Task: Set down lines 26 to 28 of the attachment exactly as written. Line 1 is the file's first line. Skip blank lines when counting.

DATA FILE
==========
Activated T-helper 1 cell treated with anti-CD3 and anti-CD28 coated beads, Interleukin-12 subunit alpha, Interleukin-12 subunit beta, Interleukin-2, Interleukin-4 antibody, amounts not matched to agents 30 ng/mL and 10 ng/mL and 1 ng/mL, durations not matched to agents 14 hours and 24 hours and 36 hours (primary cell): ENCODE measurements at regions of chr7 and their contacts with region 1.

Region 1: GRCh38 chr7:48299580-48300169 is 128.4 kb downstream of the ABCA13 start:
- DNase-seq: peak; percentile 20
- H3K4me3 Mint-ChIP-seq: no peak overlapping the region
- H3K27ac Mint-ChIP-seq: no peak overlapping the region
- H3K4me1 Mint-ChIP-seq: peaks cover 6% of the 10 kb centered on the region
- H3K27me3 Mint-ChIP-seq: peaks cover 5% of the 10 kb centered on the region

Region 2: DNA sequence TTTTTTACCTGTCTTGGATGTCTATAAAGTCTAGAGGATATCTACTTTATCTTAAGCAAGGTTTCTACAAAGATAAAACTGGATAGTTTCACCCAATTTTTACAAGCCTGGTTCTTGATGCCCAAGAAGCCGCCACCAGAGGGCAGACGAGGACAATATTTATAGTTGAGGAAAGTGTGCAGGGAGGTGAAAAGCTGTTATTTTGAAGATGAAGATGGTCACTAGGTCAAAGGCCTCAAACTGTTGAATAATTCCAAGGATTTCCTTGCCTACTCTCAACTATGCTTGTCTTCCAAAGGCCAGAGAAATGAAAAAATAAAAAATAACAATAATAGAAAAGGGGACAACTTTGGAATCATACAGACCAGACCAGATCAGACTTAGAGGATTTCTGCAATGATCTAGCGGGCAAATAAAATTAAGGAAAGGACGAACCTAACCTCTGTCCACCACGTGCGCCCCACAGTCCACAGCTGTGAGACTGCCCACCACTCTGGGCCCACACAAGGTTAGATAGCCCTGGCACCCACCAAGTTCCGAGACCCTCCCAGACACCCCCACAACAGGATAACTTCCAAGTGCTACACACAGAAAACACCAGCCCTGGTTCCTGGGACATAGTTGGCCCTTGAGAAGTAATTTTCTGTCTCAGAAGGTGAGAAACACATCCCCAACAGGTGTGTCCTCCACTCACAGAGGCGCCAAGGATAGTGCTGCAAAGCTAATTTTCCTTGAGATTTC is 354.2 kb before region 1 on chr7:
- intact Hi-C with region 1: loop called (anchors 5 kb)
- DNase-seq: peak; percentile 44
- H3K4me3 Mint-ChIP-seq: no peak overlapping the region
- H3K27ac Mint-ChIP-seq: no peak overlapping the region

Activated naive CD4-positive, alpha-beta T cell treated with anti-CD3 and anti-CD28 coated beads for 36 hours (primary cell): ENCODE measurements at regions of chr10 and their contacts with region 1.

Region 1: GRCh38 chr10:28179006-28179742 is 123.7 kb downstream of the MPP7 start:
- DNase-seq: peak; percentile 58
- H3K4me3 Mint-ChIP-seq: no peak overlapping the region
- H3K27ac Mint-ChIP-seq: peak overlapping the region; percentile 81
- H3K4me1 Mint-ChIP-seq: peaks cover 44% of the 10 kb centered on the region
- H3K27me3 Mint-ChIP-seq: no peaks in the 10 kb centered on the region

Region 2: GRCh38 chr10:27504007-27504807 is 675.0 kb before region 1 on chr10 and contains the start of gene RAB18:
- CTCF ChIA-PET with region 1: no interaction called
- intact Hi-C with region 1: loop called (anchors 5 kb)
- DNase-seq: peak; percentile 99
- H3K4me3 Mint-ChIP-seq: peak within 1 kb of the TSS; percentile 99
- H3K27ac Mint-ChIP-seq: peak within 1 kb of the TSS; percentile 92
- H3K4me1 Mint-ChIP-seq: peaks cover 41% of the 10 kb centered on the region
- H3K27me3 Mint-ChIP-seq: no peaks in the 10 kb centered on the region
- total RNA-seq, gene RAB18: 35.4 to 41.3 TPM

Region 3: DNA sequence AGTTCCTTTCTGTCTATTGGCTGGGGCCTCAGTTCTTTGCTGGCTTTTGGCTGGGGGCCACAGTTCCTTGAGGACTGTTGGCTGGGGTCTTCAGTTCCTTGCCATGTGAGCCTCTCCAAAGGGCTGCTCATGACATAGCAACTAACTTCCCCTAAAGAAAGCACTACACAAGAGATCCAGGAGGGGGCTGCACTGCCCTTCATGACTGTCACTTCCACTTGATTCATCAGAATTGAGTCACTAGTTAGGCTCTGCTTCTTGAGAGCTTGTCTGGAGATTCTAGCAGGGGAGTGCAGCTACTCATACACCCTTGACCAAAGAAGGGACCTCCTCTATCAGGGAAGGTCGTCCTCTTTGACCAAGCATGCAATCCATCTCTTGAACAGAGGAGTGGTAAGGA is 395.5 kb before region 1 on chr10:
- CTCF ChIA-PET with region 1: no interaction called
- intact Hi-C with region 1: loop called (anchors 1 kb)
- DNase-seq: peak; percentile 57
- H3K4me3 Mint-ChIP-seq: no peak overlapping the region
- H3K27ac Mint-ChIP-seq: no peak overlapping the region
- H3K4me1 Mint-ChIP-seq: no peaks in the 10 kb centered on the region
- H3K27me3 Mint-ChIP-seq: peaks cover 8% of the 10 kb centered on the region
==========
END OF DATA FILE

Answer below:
- H3K4me1 Mint-ChIP-seq: peaks cover 41% of the 10 kb centered on the region
- H3K27me3 Mint-ChIP-seq: no peaks in the 10 kb centered on the region
- total RNA-seq, gene RAB18: 35.4 to 41.3 TPM